XMPP is almost 20 years old now, and I've been using it (on a private server for the past few years, and additionally a local instance working over Tor for the past month) while looking for ways to get distributed messaging. New protocols and technologies are fun, and I don't quite like XML, but XMPP has good documentation, works, can be used in either federated or distributed fashion (as most of the other federated systems, coupled with Tor or a similar network), and has plenty of software – so now I'm thinking that it may be sufficient, at least for messaging.

Its specifications (see RFC 6120, RFC 6121, RFC 7622, and extensions) are well-written and apparently thought through, a small core with optional extensions is a nice approach, there is usable software, there are users, and even XML is not that bad (perhaps even quite suitable for a protocol like that, especially while not being abused).

Though the situation with software could have been better.

Message handling acknowledgements

Message delivery is pretty unreliable with some of the major clients and servers, since acknowledgements are not always supported – making it worse than email and approximately as IRC, with respect to reliability of delivery. I'd think XEP-0198 should be among the first extensions to implement (actually XEP-0387: XMPP Compliance Suites 2018 includes it, but just for advanced implementations – along with things such as user avatars), and usually assumed that it's there (without bothering to check, since didn't care much about XMPP, and assumed that it'll be dealt with anyway, because the protocol and the software are popular), but among the three XMPP implementations which I use:

Client certificates (and a bit more)

Certificate-based client authentication is not an essential feature, but I wanted to get rid of passwords as I did with email, so investigated that too.

Prosody has a a bunch of useful modules for authentication, including dovecot SASL and client certificate-based authentication (via SASL EXTERNAL authentication mechanism), but client support is rather bad:


The primary options are:

All those have drawbacks (with no corresponding XEP being recommended for use by XMPP Standards Foundation), though any one would have been useful if it was implemented consistently and used commonly. But in my experience end-to-end encryption is mostly used by those who use private (somewhat trusted) servers and TLS anyway, while users of public servers rarely bother to enable those even when they are available in their clients.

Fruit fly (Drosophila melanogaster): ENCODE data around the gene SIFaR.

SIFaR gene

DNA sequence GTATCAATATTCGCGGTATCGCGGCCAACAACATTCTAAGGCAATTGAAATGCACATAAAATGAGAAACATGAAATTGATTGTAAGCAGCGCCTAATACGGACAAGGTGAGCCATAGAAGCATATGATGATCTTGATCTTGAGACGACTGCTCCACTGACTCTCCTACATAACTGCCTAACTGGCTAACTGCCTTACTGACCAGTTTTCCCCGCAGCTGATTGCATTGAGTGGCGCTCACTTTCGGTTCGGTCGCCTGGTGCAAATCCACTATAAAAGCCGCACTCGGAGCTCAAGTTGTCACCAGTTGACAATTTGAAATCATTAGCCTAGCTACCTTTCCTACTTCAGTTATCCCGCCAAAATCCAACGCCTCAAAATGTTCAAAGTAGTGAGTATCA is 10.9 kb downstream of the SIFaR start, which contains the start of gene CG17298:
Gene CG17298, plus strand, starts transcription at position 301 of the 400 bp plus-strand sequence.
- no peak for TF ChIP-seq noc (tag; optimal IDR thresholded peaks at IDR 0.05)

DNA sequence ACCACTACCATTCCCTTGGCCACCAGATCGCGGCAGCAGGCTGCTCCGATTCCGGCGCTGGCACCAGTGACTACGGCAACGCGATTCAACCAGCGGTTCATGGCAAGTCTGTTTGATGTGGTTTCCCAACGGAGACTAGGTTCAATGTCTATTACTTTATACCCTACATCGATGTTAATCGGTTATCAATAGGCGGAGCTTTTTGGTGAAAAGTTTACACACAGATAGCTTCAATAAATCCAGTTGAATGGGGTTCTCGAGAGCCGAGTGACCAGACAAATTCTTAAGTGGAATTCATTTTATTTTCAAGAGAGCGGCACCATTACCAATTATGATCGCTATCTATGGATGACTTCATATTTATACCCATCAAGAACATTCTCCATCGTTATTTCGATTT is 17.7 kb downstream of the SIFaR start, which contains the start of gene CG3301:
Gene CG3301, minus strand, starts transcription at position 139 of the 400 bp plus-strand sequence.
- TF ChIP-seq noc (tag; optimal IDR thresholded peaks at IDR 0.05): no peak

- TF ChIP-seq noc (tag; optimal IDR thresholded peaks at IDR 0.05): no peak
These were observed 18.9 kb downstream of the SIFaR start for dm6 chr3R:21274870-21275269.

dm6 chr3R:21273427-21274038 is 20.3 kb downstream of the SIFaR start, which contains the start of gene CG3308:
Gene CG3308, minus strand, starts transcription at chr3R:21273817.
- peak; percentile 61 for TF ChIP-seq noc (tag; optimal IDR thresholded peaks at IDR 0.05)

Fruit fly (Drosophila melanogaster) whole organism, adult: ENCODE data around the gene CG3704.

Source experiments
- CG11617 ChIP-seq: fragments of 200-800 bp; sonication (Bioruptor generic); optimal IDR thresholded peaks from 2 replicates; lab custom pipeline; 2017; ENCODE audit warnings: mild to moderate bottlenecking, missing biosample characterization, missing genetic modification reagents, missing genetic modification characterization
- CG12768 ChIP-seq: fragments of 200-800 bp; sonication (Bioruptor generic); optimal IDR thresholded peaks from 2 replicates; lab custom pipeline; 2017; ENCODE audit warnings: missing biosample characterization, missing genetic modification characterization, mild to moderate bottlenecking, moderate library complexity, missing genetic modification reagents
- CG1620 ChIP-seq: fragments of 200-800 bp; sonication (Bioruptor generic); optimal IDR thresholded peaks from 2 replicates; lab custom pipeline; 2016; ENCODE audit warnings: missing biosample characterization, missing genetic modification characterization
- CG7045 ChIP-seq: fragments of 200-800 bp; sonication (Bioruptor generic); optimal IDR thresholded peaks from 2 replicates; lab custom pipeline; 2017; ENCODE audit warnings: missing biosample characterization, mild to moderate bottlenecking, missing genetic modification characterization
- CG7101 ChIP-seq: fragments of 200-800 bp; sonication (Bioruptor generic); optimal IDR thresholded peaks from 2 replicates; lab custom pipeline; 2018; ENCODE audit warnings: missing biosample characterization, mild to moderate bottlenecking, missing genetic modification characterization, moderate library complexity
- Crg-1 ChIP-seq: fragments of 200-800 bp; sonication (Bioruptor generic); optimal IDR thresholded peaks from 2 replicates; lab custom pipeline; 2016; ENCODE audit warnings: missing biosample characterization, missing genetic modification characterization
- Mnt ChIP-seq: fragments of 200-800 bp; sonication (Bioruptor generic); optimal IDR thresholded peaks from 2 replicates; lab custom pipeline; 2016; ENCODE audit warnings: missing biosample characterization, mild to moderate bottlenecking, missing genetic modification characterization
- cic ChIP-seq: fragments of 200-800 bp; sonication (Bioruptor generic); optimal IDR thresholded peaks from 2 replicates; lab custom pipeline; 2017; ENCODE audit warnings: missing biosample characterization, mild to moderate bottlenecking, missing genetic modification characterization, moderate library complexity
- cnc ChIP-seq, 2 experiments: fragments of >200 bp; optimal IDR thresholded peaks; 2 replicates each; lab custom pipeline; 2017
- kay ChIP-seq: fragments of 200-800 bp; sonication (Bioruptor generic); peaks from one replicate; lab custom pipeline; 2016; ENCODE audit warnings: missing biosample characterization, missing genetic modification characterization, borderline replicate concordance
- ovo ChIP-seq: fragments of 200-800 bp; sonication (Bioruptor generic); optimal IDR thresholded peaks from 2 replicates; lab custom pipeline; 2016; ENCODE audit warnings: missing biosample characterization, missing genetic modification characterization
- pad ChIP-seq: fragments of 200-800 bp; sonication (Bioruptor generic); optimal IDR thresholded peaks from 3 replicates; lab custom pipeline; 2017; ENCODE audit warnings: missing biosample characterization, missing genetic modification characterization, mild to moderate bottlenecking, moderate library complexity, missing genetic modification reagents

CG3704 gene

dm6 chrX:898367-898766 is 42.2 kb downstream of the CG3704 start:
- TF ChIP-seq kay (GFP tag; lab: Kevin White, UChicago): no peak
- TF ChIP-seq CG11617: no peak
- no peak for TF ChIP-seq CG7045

Here's a table summarising support of some features in XMPP implementations (libraries, clients, servers; feature support via external plugins is counted; "C API" only applies to libraries):

Implementation SCRAM EXTERNAL XEP-0198 C API Language

Improving the software

While patching libpurple's jabber plugin, some minor libpurple-specific issues surfaced (related to both this XEP and XMPP in general), as it often happens with generic interfaces: they rarely fit well. That's one of the reasons why it's more fun to work on new implementations than to improve existing software: the latter is harder, takes more time for the same features (both implementation and organisational chores), and even then the features barely (if at all) fit into existing APIs. But in order to get somewhere, there has to be incremental improvement (which may be long and boring sometimes), and it looks like there's not enough of it.

On the other hand, some features are impossible to cram into libpurple without changing the APIs, and even libpurple, while being reused by multiple clients and for multiple protocols, implements XMPP from scratch instead of reusing a library; though there seem to be just libstrophe and loudmouth out of actually reusable (from any common language via C FFI) ones, but they seem to have more issues than features. So here's that situation once again, in which there's many implementations already, but it feels like the right thing to do may be just to start over, and add one more – because none are perfect.

A compromise may be to try to get at least important and basic things to work first, to get as far as practical with existing software, and only proceed to new implementations and experimentation then.

If one was to start over, apparently the proper way (leading to reusable and portable code, relying on mature and complete libraries which wouldn't introduce unnecessary limitations) would also be a boring one, along the lines of:

Though GHC's foreign export may also be suitable to get a reusable library, and to avoid C.

Slightly related: Software extensibility.